Despite its high-end body made fully of 7075 aluminum, the Abduction is surprisingly affordable, clocking in for less than monometal throws made of lesser materials! The design is based on the super popular bimetal Ignition. The concept is similar to the Corruption, but it has a heavy playfeel with an emphasis on power, so it feels like a very different beast in the hand. The great power means you don't have to try hard to get the right amount of spin, and even if you overdo it, Abduction's stability will keep it rolling steady and true through your wildest combos


Designer comments:

Elliot was the one who inspired me to start UNPRLD, randomly in a group video call.  When he approached me with personalizing the ignition, I was more than happy to oblige.  

We increased the size the yoyo slightly, and removed the rims from the yoyo.  To address some durability issues that Elliot had with the Ignition, we changed the material from 6061 to 7075.  This allowed us to use a shorter axle, from 14mm to 10mm, and maintain durability.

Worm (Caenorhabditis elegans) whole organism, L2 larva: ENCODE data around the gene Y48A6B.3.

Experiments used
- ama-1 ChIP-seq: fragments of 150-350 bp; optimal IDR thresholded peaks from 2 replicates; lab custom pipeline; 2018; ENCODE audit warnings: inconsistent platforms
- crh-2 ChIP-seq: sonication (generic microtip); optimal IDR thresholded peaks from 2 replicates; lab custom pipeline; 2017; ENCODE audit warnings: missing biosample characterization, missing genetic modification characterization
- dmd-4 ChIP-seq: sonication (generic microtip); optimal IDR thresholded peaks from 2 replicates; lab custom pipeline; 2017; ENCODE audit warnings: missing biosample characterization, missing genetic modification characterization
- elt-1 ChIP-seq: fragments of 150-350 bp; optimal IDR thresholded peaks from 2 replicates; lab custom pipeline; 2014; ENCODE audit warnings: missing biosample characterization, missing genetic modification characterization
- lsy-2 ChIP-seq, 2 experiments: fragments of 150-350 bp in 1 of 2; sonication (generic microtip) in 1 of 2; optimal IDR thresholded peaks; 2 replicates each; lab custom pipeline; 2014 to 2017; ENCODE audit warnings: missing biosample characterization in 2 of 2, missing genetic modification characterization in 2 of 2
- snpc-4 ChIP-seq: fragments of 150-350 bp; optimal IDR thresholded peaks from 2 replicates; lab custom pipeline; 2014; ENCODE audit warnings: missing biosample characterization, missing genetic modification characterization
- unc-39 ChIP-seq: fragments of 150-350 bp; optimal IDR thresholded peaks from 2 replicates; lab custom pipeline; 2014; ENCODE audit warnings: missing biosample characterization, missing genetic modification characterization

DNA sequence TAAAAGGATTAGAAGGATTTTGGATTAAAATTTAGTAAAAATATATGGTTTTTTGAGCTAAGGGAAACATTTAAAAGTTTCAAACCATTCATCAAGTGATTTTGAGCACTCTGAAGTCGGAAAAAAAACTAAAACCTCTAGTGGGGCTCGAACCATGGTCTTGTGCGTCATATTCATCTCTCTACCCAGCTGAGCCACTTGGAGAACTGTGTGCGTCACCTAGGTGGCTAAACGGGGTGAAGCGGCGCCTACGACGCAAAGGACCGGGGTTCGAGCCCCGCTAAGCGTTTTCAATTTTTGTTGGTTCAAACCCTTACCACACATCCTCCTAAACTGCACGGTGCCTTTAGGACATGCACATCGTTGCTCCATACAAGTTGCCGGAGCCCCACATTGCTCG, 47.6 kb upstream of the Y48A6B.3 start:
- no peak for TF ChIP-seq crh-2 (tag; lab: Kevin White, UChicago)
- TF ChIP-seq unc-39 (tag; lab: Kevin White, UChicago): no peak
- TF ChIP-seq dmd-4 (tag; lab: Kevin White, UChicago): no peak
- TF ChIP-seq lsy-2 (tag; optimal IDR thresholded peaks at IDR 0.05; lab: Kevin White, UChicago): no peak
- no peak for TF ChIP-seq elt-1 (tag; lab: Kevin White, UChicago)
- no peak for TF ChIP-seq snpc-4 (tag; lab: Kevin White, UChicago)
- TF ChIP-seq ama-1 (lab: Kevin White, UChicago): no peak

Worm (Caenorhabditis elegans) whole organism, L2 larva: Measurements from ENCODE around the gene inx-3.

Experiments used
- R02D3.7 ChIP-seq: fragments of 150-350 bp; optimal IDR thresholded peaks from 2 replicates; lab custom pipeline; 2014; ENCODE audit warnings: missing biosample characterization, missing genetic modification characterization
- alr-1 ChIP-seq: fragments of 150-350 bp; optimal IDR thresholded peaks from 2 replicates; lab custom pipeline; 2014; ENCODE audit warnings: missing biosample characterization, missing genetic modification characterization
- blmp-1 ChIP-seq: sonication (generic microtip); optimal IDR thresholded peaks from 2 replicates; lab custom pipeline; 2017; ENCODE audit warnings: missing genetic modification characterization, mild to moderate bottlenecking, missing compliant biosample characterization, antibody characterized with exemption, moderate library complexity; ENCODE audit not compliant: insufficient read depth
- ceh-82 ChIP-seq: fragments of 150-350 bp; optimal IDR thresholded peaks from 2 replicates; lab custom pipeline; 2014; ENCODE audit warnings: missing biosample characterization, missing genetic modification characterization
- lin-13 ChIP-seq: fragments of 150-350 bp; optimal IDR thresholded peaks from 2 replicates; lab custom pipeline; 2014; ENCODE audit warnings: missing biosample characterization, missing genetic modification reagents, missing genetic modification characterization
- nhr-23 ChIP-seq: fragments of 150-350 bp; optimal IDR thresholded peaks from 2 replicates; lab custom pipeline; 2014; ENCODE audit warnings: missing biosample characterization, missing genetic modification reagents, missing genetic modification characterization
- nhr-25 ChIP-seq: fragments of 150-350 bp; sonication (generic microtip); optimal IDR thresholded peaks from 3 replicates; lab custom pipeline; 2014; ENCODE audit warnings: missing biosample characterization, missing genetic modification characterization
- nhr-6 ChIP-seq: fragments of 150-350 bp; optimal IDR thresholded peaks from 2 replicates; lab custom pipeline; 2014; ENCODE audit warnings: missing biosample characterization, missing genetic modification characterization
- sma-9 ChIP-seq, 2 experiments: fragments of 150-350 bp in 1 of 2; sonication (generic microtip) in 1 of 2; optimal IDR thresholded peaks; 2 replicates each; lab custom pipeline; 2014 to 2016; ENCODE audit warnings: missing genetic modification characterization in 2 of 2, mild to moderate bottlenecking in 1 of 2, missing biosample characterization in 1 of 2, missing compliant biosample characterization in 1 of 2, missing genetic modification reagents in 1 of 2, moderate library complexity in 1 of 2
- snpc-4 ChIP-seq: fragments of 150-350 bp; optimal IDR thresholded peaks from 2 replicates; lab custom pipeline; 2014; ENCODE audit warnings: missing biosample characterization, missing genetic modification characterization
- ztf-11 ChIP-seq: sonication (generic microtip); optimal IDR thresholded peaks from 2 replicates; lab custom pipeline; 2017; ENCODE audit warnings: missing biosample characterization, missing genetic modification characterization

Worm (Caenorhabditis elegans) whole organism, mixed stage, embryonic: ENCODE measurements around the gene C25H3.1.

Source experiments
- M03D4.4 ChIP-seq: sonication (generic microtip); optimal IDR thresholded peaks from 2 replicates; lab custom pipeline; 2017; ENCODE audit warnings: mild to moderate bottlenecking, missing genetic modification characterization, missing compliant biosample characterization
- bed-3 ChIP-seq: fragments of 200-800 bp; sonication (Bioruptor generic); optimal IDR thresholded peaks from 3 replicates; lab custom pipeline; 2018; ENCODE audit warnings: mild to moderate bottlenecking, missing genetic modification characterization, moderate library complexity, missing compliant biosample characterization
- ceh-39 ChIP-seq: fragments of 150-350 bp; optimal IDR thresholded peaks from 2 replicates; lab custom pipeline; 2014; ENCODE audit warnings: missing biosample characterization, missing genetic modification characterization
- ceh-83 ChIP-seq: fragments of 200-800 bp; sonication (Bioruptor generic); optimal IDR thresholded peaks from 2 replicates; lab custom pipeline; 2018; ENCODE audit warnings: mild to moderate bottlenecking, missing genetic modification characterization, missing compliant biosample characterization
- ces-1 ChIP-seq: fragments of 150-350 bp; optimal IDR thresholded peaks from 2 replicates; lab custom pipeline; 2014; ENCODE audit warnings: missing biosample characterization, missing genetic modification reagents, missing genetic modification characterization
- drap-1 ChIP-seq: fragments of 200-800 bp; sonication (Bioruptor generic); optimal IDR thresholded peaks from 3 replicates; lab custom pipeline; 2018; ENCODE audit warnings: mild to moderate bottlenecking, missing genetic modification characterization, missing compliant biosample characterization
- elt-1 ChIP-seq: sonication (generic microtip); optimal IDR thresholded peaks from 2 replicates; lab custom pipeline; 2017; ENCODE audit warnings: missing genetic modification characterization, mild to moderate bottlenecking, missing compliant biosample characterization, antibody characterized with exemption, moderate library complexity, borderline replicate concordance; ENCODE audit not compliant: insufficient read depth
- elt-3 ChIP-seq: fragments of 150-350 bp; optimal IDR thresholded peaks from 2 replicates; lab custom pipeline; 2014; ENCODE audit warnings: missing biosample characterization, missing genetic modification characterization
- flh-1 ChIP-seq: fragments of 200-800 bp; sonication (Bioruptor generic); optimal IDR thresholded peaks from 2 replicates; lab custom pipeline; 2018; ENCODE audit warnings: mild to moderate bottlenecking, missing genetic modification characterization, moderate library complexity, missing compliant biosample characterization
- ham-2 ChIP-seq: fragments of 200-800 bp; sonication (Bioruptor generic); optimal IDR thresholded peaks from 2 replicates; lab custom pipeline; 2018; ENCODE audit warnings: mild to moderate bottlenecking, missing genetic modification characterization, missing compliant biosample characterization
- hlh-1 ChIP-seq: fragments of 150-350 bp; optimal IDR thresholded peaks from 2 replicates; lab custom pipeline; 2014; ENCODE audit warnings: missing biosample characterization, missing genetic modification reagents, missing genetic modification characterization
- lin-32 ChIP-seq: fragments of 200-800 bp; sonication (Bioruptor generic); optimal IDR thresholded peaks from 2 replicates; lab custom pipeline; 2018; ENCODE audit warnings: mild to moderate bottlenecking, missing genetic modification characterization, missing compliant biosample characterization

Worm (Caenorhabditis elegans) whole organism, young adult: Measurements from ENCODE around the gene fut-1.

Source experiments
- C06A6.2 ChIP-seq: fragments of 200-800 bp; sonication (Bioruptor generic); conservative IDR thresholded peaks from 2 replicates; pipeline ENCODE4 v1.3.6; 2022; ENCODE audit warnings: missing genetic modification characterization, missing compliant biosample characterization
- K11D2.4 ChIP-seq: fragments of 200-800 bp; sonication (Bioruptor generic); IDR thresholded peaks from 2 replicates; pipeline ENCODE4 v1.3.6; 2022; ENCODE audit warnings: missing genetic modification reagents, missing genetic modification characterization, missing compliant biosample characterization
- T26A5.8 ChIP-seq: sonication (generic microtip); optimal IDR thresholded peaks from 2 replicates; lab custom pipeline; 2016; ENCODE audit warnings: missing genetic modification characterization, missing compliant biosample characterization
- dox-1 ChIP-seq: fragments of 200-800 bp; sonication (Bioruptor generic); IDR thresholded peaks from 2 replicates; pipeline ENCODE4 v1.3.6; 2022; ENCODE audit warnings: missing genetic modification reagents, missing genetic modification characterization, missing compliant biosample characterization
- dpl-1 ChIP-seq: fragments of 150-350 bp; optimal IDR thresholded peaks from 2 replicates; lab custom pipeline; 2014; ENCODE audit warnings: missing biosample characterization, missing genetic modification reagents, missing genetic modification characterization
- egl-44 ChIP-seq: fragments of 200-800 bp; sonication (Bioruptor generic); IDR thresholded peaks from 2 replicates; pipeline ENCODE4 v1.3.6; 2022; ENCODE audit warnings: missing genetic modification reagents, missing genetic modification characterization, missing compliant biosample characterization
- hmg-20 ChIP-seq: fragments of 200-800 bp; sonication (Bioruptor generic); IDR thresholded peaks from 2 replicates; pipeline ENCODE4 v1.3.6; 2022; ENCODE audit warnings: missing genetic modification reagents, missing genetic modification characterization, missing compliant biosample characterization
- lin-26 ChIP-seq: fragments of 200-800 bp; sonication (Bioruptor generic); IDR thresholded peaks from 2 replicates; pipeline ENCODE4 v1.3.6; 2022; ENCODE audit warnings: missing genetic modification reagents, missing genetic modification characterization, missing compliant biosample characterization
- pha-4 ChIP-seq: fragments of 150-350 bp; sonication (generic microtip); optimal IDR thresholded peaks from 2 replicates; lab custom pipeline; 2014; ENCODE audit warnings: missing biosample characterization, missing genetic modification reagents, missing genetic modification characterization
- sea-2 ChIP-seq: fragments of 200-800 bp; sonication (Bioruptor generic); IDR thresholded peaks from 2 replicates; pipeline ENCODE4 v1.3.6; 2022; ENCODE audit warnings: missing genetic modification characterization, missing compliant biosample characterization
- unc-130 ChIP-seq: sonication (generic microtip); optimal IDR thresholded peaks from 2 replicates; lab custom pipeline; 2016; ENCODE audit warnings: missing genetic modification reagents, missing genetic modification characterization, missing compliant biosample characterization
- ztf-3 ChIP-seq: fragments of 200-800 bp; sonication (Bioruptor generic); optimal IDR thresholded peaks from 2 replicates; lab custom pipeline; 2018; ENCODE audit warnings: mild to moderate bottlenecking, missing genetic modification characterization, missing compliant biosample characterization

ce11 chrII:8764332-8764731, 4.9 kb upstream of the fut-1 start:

This yoyo, although heavier on paper than the Ignition, plays lighter than it's bimetal counterpart, and does not compromise much in stability as well.  Elliot, being equally gifted in 1A and 3A, just as Eric is, requires different aspects of the yoyo to be tuned differently.  Elliot requires something lighter, and more maneuverable compared to Eric.  This yoyo ended up becoming his dream come true.  



Weighing in at 66.5 grams, this yoyo has a light touch, allowing for movement, but also has significant rim weight, to allow for extreme stability and spin time.
Modeled for Eric Tranton's needs, this yoyo has multiple cuts on the profile, allowing for very good control from all angles.
Weight rings are fitted on the inside, to allow for more durability upon impact. In addition, an IRG cut is made to allow for more concentrated rim weight on the edge, and to allow for IRG.
The cup is a "back to the future" type, with the outer cup area designed to match the profile, but the nipple is made, similarly to the early yoyojam shape.